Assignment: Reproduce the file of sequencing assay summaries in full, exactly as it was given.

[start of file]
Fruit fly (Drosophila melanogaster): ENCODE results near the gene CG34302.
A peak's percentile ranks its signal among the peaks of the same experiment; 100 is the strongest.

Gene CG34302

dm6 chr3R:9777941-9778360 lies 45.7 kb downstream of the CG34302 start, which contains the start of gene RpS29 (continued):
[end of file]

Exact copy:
Fruit fly (Drosophila melanogaster): ENCODE results near the gene CG34302.
A peak's percentile ranks its signal among the peaks of the same experiment; 100 is the strongest.

Gene CG34302

dm6 chr3R:9777941-9778360 lies 45.7 kb downstream of the CG34302 start, which contains the start of gene RpS29 (continued):